Address  
  Corporate Author Thesis  
  Publisher Place of Publication Editor  
  Language Summary Language Original Title  
  Series Editor Series Title Abbreviated Series Title  
  Series Volume Series Issue Edition  
  ISSN 0930-7575 ISBN Medium  
  Area Expedition Conference  
  Funding Approved $loc['no']  
  Call Number COAPS @ user @ Serial 1082  
Permanent link to this record
 

 
Author Misra, V.; Bhardwaj, A. url  doi
openurl 
  Title Understanding the seasonal variations of Peninsular Florida Type $loc['typeJournal Article']
  Year 2019 Publication Climate Dynamics Abbreviated Journal Clim Dyn  
  Volume 54 Issue 3-4 Pages 1873-1885  
  Keywords  
  Abstract This study accounts for varying lengths of the seasons, which turns out to be an important consideration of climate variability over Peninsular Florida (PF). We introduce an objective definition for the onset and demise of the winter season over relatively homogenous regions within PF: North Florida (NF), Central Florida (CF), Southeast Florida (SeF), and Southwest Florida (SwF). We first define the summer season based on precipitation, and follow this by defining the winter season using surface temperature analysis. As a consequence, of these definitions of the summer and the winter seasons, the lengths of the transition seasons of spring and fall also vary from year to year. The onset date variations have a robust relationship with the corresponding seasonal length anomalies across PF for all seasons. Furthermore, with some exceptions, the onset date variations are associated with corresponding seasonal rainfall and surface temperature anomalies, which makes monitoring the onset date of the seasons a potentially useful predictor of the following evolution of the season. In many of these instances the demise date variations of the season also have a bearing on the preceding seasonal length and seasonal rainfall anomalies. However, we find that variations of the onset and the demise dates are independent of each other across PF and in all seasons. We also find that the iconic ENSO teleconnection over PF is exclusive to the seasonal rainfall anomalies and it does not affect the variations in the length of the winter season. Given these findings, we strongly suggest monitoring and predicting the variations in the lengths of the seasons over PF as it is not only an important metric of climate variability but also beneficial to reduce a variety of risks of impact of anomalous seasonal climate variations.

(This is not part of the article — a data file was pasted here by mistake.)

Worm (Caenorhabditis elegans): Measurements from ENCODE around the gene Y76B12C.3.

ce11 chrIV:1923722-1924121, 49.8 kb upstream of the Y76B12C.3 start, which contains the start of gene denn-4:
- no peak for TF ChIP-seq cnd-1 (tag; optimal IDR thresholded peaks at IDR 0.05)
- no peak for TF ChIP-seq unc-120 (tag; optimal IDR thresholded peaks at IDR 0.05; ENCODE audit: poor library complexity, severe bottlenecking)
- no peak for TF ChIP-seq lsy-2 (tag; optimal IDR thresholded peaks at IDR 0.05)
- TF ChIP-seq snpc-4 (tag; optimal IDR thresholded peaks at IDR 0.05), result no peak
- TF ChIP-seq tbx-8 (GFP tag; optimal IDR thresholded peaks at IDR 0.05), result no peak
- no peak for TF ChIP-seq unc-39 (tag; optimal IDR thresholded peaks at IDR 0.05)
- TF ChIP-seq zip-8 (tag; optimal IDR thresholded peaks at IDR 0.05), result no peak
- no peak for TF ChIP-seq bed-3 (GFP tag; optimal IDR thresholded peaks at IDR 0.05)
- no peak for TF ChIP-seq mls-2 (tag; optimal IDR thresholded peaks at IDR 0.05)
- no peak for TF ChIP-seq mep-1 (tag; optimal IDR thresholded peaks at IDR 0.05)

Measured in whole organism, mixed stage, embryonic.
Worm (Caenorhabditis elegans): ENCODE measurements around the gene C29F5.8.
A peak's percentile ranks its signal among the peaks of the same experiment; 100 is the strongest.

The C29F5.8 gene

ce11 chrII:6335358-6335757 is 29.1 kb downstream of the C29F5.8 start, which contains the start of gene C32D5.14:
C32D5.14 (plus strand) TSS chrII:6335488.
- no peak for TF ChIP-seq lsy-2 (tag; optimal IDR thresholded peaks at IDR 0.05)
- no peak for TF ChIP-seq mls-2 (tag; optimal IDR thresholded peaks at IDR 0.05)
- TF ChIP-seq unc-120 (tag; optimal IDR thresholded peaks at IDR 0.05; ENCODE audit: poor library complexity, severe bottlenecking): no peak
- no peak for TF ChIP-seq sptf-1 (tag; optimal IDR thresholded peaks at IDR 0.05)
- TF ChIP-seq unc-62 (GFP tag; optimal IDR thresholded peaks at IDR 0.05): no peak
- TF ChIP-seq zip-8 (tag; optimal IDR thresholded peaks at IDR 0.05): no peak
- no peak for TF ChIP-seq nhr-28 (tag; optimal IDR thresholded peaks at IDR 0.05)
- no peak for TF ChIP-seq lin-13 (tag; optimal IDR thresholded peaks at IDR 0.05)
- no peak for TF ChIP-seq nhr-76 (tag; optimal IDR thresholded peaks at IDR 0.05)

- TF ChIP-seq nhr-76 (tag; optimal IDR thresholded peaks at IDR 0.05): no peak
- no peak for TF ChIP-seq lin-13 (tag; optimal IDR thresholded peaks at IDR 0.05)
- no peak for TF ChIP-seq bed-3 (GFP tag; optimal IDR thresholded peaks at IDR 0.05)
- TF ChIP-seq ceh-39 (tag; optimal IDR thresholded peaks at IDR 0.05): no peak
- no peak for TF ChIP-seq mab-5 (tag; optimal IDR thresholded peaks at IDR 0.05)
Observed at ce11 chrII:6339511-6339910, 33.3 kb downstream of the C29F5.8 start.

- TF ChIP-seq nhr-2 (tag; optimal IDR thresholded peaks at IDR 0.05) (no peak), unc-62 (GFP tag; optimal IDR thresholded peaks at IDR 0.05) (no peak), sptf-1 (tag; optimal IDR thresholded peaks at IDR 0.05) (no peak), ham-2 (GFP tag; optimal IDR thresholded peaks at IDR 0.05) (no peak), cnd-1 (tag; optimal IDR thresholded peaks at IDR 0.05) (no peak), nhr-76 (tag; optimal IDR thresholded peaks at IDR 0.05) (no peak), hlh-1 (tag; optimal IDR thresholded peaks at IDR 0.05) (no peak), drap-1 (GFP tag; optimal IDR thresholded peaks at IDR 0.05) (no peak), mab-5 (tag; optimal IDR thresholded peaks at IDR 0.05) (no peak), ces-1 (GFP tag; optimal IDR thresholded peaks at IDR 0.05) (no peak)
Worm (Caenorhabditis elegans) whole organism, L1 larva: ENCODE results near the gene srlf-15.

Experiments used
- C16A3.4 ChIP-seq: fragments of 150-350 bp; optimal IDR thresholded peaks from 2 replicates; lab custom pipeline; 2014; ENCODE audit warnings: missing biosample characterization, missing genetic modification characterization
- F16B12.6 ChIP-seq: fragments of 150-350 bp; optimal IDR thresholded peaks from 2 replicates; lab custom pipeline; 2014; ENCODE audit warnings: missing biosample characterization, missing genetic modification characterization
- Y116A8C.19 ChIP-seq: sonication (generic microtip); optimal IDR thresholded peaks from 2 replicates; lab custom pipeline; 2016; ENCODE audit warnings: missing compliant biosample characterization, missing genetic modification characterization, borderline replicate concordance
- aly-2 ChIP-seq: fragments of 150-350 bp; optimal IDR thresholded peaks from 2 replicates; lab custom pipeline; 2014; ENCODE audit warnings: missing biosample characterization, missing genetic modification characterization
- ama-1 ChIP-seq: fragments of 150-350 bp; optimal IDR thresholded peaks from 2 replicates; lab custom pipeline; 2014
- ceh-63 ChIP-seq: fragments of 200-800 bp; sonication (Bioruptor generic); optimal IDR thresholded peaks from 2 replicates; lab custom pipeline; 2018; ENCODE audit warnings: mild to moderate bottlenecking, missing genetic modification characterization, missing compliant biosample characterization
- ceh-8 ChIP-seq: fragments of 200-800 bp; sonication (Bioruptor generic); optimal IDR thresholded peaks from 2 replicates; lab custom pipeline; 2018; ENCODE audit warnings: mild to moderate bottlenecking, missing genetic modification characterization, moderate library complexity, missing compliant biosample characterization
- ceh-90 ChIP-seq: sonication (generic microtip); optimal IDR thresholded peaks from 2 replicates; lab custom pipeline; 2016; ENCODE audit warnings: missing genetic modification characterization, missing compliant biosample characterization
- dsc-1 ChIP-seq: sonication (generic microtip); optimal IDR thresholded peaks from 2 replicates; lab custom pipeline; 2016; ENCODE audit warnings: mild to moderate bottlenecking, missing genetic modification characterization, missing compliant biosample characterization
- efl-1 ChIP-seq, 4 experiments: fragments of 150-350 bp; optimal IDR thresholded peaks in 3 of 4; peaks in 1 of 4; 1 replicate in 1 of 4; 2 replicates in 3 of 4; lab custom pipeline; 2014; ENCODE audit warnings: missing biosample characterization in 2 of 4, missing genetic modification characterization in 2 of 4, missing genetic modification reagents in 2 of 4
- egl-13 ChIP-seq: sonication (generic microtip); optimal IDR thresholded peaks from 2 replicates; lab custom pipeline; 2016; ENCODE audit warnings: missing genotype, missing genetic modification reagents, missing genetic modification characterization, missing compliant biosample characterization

Address  
  Corporate Author Thesis  
  Publisher Place of Publication Editor  
  Language Summary Language Original Title  
  Series Editor Series Title Abbreviated Series Title  
  Series Volume Series Issue Edition  
  ISSN 0930-7575 ISBN Medium  
  Area Expedition Conference  
  Funding Approved $loc['no']  
  Call Number COAPS @ user @ Serial 1098